WordPress or Ghost: Which blogging platform should I use?

I need help with which one shall I use.

For Ghost, I read there is not much support and limited resources. If you want to use plugins for various purpose you can use them only with Zapier.

For WP I read blogs get slow with time and It's an easy platform for spammers.

Which platform has advance for long term game?

  1. 6

    Not the answer you probably want to hear - but either. If you're just using it for blogging and content marketing, it doesn't really matter. Both are good platforms. What matters most is the content you write.

    PS. I personally use WordPress and have since 2005 :)

    1. 1

      Thank you. Sound like wise man words 😊

    2. 1

      ^yeah, I think they're both very strong. Perhaps trial both and see what feels best for you.

  2. 6

    If you want to focus on Blogging with minimal plugins and features then Ghost is the way to go. I have it on my dev blog (https://blog.michaelbrooks.dev) and absolutely love the speed and simplicity.

    I've been growing the Lyra theme and added my own search, syntax highlighting and more and the experience has been great.

    I used to have a blog with WP and the theme I used broke, I couldn't work out how or why and I didn't want to fix it myself, so I moved away.

    1. 1

      Thank you Michael. If we use Ghost, How easy it’s for non coder guys to set up mailchimp and plugins related to leads capture. Also if we want features like someone has to unlock post or content by sharing the tweet or follow us back on twitter or provide us his email, are all these things possible with Ghost ?

      1. 2

        Most tools such as Mailchimp offer embed code that you can easily copy/paste onto where you'd like them to appear. You can take a look at https://ghost.org/integrations/ to see everything that can integrate into Ghost.

        I'm not sure about the "Share to unlock" feature, I think that might be outside of Ghost. However, they do have a built-in membership platform and you can read more on that here https://ghost.org/members/ you don't have to use charge members, but that is also an option.

        Their Ghost Pro hosting has a 14-day free trial. You will have to enter card details, but you won't automatically charge you when the trial runs out which means it's risk-free. https://my.ghost.org/signup/

        1. 1

          Thank you again Micheal. I find if we need to use any plugin it should be done through Zapier and I don’t like it. Is there any resource where I can find code I need to add for mailchimp. Their membership ( not relevant to me) and hosting plans are quite expensive so so don’t prefer to use the

          1. 2

            There is no plugin support in Ghost, so it's not possible to do this yourself.

            Ghost is not for you. They're building a platform for independent journalists now, the original vision of "just a blogging platform" is dead. I was a big fan and contributor in the early days and I have a lot of respect for the people behind it, but their focus has shifted. A lot.

            1. 1

              Ohh, bit surprised to hear this. If the same is true, yes then I agree Ghost needs to avoid.

              Thanks again

              1. 2

                WP is clunky, a haven for spam. Ghost is 100% for blogs or article writing. However, I suggest you do more research. Personally, Ghost suits my needs as I only want to publish content.

  3. 3

    Ghost 3.0 launched recently, it seems to have a lot more integrations if you scroll down the page, including Mailchimp that you're looking for; not everything is through Zapier now. They also added member support like Substack or Medium so you could eventually make money from your blog if you want. I'd say try it out and see how it goes.

  4. 3

    Depends on your goals. If you want to make the blog and your content the center of your product (perhaps having memberships for accessing the content) then Ghost is a pleasure to use compared to WordPress. Memberships were introduced with Ghost 3.0 John O'Nolan the founder of Ghost came on the IH podcast to talk about the release: https://www.indiehackers.com/podcast/139-john-onolan-of-ghost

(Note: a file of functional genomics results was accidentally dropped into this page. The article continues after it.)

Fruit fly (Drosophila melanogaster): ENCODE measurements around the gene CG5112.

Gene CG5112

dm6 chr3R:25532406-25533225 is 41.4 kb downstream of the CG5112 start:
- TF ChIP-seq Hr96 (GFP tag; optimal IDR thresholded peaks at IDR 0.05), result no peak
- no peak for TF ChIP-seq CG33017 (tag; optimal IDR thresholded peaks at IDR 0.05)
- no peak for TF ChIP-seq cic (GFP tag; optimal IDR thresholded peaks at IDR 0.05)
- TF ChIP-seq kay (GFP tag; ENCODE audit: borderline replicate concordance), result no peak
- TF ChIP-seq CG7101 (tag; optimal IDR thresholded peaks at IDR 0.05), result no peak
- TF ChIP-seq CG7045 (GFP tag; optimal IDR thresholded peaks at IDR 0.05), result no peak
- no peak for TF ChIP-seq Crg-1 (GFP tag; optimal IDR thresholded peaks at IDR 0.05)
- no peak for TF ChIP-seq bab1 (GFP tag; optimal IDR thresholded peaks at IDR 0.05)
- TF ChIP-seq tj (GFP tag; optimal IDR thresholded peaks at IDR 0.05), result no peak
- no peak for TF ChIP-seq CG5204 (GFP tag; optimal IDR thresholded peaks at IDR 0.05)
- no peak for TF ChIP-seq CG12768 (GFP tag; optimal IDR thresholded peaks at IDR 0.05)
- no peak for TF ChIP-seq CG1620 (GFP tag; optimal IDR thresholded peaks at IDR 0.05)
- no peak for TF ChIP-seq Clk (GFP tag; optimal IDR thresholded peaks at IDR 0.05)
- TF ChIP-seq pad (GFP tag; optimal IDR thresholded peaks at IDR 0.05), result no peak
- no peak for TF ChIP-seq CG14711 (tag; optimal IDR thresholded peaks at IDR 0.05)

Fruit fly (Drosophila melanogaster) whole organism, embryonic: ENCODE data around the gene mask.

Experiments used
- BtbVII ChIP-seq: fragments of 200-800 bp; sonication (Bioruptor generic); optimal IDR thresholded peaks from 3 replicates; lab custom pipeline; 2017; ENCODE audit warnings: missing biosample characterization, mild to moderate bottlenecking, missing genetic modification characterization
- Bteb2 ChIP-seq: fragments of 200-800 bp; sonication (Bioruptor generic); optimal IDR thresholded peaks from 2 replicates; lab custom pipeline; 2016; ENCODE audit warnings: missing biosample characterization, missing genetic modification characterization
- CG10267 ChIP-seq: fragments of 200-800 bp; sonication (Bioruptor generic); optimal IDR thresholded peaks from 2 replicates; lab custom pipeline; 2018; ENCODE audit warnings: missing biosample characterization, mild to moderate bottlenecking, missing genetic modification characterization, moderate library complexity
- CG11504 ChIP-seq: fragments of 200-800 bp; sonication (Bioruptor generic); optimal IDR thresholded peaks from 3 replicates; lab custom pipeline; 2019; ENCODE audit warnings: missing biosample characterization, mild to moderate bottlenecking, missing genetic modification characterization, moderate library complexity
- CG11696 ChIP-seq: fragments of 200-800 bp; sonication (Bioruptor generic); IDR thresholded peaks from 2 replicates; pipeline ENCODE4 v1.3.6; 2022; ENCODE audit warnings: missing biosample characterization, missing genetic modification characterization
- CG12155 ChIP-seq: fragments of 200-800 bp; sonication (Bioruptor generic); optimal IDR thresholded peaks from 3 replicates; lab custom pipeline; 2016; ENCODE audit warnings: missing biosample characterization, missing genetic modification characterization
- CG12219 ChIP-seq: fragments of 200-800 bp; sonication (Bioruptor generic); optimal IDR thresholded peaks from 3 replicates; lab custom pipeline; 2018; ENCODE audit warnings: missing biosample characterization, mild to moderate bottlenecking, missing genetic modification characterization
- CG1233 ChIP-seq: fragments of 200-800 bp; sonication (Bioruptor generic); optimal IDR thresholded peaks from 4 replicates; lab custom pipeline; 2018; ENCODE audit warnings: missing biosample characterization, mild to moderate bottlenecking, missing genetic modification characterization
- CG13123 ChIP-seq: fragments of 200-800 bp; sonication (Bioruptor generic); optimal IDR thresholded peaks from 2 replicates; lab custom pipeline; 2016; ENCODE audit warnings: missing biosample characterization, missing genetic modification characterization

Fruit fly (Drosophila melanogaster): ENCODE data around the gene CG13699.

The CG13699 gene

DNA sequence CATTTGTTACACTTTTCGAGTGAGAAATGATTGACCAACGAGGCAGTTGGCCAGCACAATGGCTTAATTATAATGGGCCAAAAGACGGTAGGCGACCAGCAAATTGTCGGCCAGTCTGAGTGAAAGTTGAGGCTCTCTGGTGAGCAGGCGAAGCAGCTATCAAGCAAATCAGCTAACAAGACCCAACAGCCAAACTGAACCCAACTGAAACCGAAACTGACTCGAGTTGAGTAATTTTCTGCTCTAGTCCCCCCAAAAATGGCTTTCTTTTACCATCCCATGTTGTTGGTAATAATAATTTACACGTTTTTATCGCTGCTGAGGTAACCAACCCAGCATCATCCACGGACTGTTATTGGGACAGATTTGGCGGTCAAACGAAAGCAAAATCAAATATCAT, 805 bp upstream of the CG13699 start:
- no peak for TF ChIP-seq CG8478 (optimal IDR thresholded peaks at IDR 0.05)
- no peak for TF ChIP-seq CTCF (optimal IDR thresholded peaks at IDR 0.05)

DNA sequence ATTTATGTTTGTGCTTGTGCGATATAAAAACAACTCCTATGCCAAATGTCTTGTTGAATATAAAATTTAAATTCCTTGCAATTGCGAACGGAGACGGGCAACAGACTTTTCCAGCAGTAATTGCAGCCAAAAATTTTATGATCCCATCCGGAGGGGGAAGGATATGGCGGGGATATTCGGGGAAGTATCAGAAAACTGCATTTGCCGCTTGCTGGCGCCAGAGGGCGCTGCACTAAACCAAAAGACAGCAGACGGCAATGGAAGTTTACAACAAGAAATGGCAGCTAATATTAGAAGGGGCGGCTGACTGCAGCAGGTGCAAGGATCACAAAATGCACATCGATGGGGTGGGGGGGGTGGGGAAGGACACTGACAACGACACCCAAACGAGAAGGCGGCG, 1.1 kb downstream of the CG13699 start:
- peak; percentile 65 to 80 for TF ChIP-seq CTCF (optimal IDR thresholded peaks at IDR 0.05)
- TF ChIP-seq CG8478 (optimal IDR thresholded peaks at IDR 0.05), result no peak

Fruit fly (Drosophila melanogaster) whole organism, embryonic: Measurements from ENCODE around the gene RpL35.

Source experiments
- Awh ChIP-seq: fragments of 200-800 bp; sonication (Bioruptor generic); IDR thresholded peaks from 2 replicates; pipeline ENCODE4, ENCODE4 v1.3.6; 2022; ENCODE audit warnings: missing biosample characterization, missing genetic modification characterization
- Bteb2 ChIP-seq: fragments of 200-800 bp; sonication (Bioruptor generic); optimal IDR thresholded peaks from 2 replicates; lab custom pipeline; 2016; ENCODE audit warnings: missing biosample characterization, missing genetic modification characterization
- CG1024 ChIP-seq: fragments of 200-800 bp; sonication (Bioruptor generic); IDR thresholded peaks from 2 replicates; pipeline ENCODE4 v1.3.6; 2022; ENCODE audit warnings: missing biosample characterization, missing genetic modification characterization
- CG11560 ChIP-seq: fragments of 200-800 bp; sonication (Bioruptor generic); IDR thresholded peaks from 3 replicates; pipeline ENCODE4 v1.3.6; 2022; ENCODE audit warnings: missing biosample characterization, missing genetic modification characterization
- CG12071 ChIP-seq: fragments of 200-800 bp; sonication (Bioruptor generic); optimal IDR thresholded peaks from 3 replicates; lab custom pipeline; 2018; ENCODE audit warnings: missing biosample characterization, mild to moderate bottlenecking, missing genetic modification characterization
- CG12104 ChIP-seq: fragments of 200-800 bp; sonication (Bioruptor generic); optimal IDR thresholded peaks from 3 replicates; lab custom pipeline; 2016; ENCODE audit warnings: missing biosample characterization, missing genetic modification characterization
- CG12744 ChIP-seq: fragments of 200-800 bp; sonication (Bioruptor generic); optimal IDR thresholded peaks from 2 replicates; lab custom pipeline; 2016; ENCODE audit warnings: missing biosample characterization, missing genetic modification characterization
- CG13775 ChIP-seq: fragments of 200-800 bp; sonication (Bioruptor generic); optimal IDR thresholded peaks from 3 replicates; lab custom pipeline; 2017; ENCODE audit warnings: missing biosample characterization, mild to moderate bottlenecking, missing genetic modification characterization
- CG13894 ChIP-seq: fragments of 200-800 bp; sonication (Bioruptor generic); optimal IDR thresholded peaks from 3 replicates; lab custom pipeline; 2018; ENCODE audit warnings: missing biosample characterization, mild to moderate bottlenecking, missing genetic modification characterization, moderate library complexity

However, if you want to setup an ecommerce store, then you will want WordPress as that's not what Ghost was intended to be.

  5. 3

    WordPress is way better in my opinion(and I'm using Ghost on my project).

    After using ghost for more than 1 year now, I'm not happy with my decision. Problems that I found:

    • Lacks search functionality - This is huge, how can a CMS does not have a search solution? Even if it's something basic(MySQL Text search for example). Many themes implement search on the frontend, but as you can Imagine is not scalable and requires downloading ALL the posts every time, just for the search functionality to work.
    • The editor is very opinionated towards people that like writing with Markdown. The problem is, the editor lacks basic functionality like centering text and can be very unfriendly for people that don't like writing with code.
    • Lack of plugins - Ghost does not have a way to extend itself with plugins, so if you need more functionality you need to code it yourself, sometimes having to change the code of Ghost itself as It does not have an easy way to insert functionality(like WP Hooks).
    1. 1

      Seems that with Ghost 3.0, it does have plugins now, scroll down the page (https://ghost.org/3/) and click the integrations banner.

      1. 1

        Everything is done through Zapier, so I would not call it plugin in the same sense that there are plugins on WordPress.

    2. 1

      Thank you for proving the real experience insights. All of these pro and cons will be highly valuable for all of blogger communities.

  6. 2

    I think WordPress is still mostly fine and you will achieve what you want. Personally I did not use Ghost.

    My main gripe with Wordpress was blogging about programming as I was always fighting WP to have nice code blocks. I switched to Jekyll and I prefer it by far.

  7. 2

    I've just switched to Ghost (with the help of @dr who has helped me self-host & has been brilliant), and I'm loving it. I run a blog with free/paid tiers.

    They're constantly improving, too, and I hear they have more additions planned. I've been v. impressed with their support (re: a tricky issue I had, their CEO - John - stepped in personally with a lengthy response), and their forum community has been helpful, too. I feel their features + ecosystem/resources will only go from strength to strength; granted, they still have some way to go before they match WP's ecosystem, but from what I've experienced Ghost's is good enough for me.